CHAMBER REVIEW
Redwood Arts Council / Saturday, April 14, 2018
Boris Andrionov, cello; Dimitri Illarionov, guitar

Dmitri Illarnionov and Boris Andrionov

VIRTUOSO CELLO AND GUITAR TRANSCRIPTIONS AT RAC SEBASTOPOL CONCERT

by Terry McNeill
Saturday, April 14, 2018

Listeners and yes even music critics usually prepare for a concert with research, checking recorded performances, looking at artist biographies and even reviewing sheet music. This was a difficult task for the April 14 Redwood Arts Council concert in Sebastopol’s Community Church, as the performers were mostly new to North Coast, and the program was mostly all arcane transcriptions. It was the final event in RAC’s 38th season.

Cellist Boris Andrionov has appeared at a previous RAC program in Occidental, with the virtuoso pianist Alexander Kobrin, and this evening joined guitarist Dmitri Illarionov for novel instrumental transcriptions. Transcriptions? Sure, and the selections were full of sonic variety, novel instrumental color and consummate virtuosity.

The duo played without score the entire evening and began with Bach’s C Minor Cello Suite, BWV 1011, using the two instruments solo in some of the six sections, or in a harmonious mix. The large church has a high ceiling and lots of carpeting and heavy oak pews, and thus minimal reverberation. But acoustics were excellent, as the sound is direct and clear. It was a fetching transcription highlighted by Mr. Andrionov’s non-legato arpeggios in the allemande. It was quickly clear that both player’s virtuosity and compositional wizardry would dominate the evening. These are sprightly dance movements with Mr. Illiaronov’s solo courante playing beguiling. Tempos were just right, judicious in the sarabande and slow and yearning in the two-parte gavotte.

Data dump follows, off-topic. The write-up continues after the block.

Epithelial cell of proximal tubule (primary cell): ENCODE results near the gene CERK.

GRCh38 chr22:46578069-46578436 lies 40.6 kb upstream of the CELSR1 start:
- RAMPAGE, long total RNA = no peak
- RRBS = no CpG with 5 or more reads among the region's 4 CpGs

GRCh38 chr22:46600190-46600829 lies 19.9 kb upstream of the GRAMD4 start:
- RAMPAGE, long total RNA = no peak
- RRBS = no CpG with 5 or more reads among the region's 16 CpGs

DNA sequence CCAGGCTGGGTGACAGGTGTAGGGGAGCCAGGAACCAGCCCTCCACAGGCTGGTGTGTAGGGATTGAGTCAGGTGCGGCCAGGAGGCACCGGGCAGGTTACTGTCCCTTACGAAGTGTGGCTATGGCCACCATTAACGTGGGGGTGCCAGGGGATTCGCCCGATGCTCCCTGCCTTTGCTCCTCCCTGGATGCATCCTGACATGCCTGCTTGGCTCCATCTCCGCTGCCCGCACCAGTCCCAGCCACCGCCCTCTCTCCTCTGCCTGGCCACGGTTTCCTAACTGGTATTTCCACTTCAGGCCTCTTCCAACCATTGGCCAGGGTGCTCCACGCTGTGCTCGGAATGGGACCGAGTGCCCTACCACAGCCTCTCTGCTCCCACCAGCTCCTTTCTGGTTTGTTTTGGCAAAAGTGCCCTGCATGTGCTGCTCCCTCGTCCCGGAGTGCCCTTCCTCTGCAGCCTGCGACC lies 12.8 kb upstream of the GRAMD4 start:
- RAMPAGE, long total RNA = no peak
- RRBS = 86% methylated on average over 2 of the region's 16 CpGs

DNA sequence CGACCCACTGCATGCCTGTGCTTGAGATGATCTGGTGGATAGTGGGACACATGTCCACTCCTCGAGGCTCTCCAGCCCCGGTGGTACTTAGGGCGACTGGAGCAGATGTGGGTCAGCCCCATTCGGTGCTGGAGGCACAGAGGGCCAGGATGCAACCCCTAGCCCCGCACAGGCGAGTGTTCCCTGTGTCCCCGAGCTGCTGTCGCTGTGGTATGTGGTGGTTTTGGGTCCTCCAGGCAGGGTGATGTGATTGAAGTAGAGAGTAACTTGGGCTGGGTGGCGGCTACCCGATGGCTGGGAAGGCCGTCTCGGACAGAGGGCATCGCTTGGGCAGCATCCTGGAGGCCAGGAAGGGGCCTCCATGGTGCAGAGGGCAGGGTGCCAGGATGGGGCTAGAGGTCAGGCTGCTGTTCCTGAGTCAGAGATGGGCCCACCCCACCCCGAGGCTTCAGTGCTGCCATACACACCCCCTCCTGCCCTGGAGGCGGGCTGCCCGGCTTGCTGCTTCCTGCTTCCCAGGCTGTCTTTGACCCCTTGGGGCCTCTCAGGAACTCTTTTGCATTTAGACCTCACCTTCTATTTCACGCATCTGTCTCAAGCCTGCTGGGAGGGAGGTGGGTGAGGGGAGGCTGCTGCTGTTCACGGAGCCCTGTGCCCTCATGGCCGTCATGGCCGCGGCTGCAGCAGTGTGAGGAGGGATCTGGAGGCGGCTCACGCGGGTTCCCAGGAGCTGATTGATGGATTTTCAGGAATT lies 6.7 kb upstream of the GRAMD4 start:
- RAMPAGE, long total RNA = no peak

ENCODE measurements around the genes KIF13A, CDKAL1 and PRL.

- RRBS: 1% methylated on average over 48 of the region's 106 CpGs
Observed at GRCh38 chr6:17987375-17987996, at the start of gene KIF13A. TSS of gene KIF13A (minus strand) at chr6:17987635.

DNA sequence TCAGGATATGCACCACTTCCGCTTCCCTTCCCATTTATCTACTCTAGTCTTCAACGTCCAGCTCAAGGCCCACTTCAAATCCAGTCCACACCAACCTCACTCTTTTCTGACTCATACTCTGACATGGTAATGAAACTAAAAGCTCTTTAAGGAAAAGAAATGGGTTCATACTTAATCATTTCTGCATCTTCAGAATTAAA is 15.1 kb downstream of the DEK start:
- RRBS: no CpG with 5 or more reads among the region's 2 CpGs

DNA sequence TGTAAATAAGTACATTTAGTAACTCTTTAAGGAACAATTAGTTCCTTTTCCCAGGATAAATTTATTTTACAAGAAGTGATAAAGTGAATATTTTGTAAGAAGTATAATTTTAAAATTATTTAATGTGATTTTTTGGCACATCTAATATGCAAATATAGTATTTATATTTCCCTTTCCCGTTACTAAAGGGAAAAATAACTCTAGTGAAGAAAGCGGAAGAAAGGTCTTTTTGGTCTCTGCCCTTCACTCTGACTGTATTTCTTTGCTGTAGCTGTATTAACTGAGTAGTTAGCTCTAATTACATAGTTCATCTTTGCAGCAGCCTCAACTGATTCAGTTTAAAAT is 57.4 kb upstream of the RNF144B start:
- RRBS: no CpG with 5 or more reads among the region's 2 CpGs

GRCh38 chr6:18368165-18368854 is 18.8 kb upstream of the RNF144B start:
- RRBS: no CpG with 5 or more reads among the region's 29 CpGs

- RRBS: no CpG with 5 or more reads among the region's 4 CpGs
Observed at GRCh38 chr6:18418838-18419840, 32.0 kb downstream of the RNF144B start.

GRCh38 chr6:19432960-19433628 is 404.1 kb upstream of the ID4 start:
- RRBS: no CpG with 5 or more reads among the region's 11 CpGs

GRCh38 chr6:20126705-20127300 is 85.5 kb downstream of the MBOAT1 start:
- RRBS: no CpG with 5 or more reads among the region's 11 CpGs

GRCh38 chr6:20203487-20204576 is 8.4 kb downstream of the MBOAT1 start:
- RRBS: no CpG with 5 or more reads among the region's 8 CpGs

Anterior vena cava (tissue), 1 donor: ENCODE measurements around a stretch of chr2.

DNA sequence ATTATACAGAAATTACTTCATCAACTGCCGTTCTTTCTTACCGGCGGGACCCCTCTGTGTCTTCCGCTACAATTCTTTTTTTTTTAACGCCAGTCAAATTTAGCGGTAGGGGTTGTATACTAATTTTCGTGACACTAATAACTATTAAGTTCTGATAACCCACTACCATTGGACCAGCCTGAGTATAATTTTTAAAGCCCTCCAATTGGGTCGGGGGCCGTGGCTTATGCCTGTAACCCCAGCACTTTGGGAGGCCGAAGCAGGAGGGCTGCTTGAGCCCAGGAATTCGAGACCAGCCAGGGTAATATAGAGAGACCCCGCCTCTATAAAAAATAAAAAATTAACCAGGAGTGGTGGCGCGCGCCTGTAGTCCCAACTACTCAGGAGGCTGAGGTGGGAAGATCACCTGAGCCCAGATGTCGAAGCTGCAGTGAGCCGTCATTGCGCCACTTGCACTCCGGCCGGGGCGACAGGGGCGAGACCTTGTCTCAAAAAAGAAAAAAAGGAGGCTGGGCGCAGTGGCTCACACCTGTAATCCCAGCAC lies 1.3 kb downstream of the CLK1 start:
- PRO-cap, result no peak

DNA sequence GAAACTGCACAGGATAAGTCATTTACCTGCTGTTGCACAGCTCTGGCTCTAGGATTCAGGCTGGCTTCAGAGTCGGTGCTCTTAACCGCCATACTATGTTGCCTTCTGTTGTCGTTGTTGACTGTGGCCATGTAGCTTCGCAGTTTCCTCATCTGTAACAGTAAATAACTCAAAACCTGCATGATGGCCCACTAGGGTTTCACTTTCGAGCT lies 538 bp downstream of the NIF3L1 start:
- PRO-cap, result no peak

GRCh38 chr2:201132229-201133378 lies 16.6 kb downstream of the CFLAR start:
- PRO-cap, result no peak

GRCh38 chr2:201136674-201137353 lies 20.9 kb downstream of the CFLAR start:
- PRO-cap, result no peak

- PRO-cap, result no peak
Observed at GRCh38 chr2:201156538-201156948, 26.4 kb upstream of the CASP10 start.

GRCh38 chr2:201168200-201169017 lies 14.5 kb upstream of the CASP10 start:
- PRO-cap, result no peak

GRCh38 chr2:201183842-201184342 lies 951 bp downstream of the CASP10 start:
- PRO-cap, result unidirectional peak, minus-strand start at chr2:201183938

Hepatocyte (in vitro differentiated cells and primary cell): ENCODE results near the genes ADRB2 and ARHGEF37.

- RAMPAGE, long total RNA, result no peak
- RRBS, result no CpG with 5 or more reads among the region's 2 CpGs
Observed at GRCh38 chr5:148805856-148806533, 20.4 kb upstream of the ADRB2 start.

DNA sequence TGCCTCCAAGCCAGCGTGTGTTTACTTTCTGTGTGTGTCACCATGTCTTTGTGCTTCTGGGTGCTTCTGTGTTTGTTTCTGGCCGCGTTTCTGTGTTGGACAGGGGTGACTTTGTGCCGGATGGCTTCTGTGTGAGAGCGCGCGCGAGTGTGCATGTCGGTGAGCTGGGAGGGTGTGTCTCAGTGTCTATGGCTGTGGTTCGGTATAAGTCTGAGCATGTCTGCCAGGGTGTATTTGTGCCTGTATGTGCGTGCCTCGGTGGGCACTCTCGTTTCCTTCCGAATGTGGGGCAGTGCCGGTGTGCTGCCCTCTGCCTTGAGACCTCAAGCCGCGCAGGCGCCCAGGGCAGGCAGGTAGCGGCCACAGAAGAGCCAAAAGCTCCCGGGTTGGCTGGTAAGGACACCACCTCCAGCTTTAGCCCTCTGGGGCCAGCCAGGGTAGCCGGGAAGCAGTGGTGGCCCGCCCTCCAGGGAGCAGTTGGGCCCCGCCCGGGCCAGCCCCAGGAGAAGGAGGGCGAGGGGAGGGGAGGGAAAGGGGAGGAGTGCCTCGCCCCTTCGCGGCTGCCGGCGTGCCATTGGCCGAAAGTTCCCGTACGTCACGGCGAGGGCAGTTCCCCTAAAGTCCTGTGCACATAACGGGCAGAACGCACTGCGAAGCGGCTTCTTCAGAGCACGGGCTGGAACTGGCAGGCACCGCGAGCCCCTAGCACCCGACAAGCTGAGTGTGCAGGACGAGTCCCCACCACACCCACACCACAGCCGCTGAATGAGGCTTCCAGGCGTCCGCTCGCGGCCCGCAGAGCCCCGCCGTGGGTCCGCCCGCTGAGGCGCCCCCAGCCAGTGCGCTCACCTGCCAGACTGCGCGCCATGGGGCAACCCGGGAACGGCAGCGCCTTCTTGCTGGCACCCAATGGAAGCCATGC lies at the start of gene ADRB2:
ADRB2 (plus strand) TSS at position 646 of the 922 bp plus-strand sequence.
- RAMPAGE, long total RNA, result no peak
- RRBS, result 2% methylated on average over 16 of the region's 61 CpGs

Mr. Illarionov altered the program, playing Albéniz’ Granada instead of the announced Tarrega Carnaval of Venice Variations on a Paganini theme, but the substitution was welcome and splendidly performed. Guitar praise can go no higher. His two-finger legato supporting the single note theme was mesmerizing.

Falla’s Suite Popular Española was originally written for soprano and voice, and was transcribed by violinist Paul Kochanski for strings, and finally by the evening’s guitarist. There is much high register cello playing, and sounds of a Zarzuela dance and even a mimic of a soprano voice. Spanish rhythms abound and vibrato, mostly absent in the Bach, returned. A sensual work brilliantly performed.

Picking out highlights in a concert full of them is risky, but I might nominate the four Russian Romances that began the second half. Glinka and Boris Sheremetev were the only familiar composers, and the music was at turns melancholic in the “I Met You” (a captivating long decrescendo and crescendo by Mr. Andrionov), and a suave “salonstücke” dance in “The Gate” with cutesy pauses. Gaiety and sadness were constantly juxtaposed.

Four Moldavian Folk songs in transcription followed. The rhythms and “dervish” effects produced by both instruments were irresistible. The tarantella dance seemed to be played on top of the strings, and full of strange and rich color.

Two solos came next, Mr. Illarionov playing a non-Piazzolla “Tango en Skaï” (Roland Dyens) and Mr. Andrionov answered with an under six-minute scintillating performance of Giovanni Sollima’s cello showpiece “Lamentatio.” It was exciting and used instrument body slapping, long delicious slides, rapid bow and at one moment even the lament sound of the cellist’s own voice.

One might think that the audience of 150 would tire of many short works (23 at this time) and so much associated virtuosity, but that wasn’t the case, and two contrasting Piazzolla works concluded the recital: the slow and lovely “Tanti Anni Prima” and the pungent “La Muerte del Angel.” Both received the same sovereign instrumental command that characterized this sensational concert of unique string transcriptions.